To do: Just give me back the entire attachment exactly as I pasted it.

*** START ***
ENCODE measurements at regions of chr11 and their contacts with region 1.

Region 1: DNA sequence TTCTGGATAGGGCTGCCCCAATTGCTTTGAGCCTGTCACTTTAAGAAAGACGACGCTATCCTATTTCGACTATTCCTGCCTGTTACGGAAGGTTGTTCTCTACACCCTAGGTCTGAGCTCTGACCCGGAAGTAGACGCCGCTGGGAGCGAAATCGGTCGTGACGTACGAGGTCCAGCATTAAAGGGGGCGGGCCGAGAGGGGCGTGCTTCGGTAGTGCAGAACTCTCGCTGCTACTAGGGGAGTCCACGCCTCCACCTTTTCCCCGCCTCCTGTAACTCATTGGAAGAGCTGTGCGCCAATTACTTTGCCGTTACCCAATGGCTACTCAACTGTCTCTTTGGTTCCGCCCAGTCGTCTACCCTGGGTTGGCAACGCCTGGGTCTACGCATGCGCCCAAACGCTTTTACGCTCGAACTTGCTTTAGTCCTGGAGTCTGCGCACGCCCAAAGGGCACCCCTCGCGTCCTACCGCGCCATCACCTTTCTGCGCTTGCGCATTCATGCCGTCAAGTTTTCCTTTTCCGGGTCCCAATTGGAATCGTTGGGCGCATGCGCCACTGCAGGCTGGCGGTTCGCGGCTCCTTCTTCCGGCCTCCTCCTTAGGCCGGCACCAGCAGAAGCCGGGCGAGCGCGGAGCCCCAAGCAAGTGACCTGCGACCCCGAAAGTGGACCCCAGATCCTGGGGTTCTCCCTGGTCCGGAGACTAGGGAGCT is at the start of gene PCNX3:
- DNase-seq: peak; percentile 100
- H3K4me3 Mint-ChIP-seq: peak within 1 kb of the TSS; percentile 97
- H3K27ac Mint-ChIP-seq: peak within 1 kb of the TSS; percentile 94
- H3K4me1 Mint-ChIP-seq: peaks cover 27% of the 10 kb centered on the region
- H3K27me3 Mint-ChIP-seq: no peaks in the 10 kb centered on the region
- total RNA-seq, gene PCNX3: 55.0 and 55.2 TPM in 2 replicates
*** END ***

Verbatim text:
ENCODE measurements at regions of chr11 and their contacts with region 1.

Region 1: DNA sequence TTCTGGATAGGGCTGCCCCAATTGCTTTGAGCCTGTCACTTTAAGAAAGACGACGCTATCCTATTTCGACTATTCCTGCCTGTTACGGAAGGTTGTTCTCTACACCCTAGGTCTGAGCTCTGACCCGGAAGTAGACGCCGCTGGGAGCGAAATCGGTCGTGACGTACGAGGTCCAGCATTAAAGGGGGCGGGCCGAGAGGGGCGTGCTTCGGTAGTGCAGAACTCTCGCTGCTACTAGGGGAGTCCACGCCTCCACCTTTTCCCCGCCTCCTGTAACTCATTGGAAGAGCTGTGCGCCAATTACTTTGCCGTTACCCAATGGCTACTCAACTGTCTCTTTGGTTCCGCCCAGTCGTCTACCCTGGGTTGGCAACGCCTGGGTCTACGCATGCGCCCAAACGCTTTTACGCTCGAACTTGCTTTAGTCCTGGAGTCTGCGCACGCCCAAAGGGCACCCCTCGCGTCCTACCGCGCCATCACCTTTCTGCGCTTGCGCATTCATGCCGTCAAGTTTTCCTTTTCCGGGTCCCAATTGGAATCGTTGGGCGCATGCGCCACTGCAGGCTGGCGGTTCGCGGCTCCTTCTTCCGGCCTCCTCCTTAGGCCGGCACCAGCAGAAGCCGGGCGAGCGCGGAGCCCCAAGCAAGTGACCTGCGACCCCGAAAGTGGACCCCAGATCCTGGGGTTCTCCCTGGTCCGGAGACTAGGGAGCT is at the start of gene PCNX3:
- DNase-seq: peak; percentile 100
- H3K4me3 Mint-ChIP-seq: peak within 1 kb of the TSS; percentile 97
- H3K27ac Mint-ChIP-seq: peak within 1 kb of the TSS; percentile 94
- H3K4me1 Mint-ChIP-seq: peaks cover 27% of the 10 kb centered on the region
- H3K27me3 Mint-ChIP-seq: no peaks in the 10 kb centered on the region
- total RNA-seq, gene PCNX3: 55.0 and 55.2 TPM in 2 replicates